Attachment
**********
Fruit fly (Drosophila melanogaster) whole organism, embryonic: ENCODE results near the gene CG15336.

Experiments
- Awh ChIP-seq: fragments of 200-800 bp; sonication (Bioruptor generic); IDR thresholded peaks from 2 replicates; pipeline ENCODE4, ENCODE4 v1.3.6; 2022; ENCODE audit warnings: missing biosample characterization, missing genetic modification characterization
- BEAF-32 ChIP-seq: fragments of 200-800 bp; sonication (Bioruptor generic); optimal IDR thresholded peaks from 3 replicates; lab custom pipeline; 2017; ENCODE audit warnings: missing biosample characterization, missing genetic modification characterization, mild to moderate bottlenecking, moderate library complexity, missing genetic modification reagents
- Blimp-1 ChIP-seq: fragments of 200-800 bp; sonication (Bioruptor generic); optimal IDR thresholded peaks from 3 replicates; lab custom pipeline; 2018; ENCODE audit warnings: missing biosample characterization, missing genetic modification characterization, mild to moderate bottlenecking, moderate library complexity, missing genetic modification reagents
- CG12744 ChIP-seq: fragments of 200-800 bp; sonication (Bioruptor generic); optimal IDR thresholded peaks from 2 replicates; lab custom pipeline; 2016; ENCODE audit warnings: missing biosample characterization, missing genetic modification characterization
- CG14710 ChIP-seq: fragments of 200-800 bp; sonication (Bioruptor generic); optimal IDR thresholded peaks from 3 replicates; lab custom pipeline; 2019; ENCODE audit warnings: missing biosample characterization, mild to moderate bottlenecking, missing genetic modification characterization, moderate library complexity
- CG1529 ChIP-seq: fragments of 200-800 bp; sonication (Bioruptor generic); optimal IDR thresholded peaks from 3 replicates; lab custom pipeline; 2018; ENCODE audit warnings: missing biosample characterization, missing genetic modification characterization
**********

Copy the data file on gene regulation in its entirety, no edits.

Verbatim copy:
Fruit fly (Drosophila melanogaster) whole organism, embryonic: ENCODE results near the gene CG15336.

Experiments
- Awh ChIP-seq: fragments of 200-800 bp; sonication (Bioruptor generic); IDR thresholded peaks from 2 replicates; pipeline ENCODE4, ENCODE4 v1.3.6; 2022; ENCODE audit warnings: missing biosample characterization, missing genetic modification characterization
- BEAF-32 ChIP-seq: fragments of 200-800 bp; sonication (Bioruptor generic); optimal IDR thresholded peaks from 3 replicates; lab custom pipeline; 2017; ENCODE audit warnings: missing biosample characterization, missing genetic modification characterization, mild to moderate bottlenecking, moderate library complexity, missing genetic modification reagents
- Blimp-1 ChIP-seq: fragments of 200-800 bp; sonication (Bioruptor generic); optimal IDR thresholded peaks from 3 replicates; lab custom pipeline; 2018; ENCODE audit warnings: missing biosample characterization, missing genetic modification characterization, mild to moderate bottlenecking, moderate library complexity, missing genetic modification reagents
- CG12744 ChIP-seq: fragments of 200-800 bp; sonication (Bioruptor generic); optimal IDR thresholded peaks from 2 replicates; lab custom pipeline; 2016; ENCODE audit warnings: missing biosample characterization, missing genetic modification characterization
- CG14710 ChIP-seq: fragments of 200-800 bp; sonication (Bioruptor generic); optimal IDR thresholded peaks from 3 replicates; lab custom pipeline; 2019; ENCODE audit warnings: missing biosample characterization, mild to moderate bottlenecking, missing genetic modification characterization, moderate library complexity
- CG1529 ChIP-seq: fragments of 200-800 bp; sonication (Bioruptor generic); optimal IDR thresholded peaks from 3 replicates; lab custom pipeline; 2018; ENCODE audit warnings: missing biosample characterization, missing genetic modification characterization